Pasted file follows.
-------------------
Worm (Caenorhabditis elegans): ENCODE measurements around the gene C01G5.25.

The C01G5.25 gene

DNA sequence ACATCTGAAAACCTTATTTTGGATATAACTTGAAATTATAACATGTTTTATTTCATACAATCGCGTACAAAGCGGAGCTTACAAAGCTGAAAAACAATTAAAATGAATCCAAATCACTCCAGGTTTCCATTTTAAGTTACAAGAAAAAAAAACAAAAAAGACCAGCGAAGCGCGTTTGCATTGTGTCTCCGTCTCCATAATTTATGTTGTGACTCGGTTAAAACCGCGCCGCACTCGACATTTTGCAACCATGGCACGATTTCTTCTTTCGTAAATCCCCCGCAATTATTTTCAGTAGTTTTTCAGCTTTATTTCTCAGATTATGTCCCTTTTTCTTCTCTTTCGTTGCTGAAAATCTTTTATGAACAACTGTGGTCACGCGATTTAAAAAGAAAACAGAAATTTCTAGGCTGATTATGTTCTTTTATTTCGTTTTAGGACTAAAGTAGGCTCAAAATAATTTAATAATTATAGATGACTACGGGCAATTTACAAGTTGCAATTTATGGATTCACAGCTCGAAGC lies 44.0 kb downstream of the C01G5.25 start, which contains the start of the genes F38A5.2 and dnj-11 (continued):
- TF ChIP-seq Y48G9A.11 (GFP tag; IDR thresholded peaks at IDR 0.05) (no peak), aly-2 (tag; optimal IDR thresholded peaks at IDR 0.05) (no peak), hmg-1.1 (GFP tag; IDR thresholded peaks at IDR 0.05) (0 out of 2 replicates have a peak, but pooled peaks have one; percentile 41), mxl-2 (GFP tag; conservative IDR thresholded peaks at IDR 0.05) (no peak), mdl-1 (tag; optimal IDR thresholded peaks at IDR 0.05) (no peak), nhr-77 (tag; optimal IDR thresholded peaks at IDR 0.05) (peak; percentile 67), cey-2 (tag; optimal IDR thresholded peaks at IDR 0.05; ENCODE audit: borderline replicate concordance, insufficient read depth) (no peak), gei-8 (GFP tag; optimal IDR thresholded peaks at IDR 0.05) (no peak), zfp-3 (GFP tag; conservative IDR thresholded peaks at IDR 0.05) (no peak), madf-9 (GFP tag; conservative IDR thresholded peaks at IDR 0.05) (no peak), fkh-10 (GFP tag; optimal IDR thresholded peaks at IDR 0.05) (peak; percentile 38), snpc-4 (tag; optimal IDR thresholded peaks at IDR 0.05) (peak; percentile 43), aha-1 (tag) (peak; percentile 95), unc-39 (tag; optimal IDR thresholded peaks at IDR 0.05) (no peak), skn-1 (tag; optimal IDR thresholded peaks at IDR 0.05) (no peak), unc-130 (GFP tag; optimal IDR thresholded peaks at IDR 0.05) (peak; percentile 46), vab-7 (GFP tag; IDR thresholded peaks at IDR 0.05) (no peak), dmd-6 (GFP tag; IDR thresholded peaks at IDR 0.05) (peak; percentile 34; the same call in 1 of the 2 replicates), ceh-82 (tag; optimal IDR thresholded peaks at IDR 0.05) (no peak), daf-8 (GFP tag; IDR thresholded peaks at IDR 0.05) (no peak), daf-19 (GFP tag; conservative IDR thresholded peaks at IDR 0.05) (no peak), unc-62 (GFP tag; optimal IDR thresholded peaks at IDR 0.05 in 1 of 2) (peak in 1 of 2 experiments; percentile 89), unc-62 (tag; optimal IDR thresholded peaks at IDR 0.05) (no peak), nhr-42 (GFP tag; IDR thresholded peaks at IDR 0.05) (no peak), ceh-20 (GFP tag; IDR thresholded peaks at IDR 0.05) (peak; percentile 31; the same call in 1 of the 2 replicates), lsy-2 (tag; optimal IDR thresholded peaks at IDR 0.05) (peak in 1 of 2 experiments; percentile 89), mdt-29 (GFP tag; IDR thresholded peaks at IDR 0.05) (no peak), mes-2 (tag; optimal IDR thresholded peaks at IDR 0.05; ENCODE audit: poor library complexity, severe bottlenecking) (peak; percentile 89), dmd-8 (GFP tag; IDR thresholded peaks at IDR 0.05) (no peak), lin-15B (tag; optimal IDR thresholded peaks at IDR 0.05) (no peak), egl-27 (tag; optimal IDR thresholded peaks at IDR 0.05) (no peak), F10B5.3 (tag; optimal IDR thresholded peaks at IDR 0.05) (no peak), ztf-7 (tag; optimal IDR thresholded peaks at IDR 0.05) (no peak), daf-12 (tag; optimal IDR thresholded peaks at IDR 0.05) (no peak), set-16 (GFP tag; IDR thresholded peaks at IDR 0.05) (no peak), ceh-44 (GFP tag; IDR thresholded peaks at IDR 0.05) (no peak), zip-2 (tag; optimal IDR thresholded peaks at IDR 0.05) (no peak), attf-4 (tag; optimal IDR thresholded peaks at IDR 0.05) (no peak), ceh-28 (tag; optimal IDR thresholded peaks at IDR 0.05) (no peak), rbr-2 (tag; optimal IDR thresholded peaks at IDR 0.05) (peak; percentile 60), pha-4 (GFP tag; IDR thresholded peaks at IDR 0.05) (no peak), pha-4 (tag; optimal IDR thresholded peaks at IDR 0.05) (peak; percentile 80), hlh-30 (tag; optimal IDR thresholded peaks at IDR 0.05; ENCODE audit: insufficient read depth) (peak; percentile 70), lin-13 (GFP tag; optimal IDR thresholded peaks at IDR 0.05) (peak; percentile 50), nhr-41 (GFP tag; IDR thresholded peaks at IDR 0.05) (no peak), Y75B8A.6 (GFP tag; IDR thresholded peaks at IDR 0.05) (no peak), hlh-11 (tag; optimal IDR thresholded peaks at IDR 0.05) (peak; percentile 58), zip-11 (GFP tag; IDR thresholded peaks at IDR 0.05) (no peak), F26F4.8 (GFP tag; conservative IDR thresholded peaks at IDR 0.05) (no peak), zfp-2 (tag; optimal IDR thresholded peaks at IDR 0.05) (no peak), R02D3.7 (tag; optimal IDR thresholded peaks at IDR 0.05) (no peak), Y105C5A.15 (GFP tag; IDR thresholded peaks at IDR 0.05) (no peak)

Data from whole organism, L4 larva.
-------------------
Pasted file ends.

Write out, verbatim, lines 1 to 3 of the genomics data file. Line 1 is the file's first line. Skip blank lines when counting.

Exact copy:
Worm (Caenorhabditis elegans): ENCODE measurements around the gene C01G5.25.

The C01G5.25 gene

DNA sequence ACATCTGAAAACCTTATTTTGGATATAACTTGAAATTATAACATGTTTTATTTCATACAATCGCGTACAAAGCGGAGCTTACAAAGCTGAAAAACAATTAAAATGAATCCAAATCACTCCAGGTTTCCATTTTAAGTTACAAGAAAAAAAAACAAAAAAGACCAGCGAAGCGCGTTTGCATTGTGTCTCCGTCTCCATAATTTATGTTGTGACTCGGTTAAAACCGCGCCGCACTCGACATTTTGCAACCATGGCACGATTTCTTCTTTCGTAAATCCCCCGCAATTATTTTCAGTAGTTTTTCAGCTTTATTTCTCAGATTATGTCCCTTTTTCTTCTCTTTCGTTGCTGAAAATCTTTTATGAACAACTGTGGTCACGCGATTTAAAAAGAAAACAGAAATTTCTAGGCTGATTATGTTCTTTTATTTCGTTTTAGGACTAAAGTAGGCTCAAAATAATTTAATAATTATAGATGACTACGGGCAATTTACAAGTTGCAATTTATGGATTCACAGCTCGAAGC lies 44.0 kb downstream of the C01G5.25 start, which contains the start of the genes F38A5.2 and dnj-11 (continued):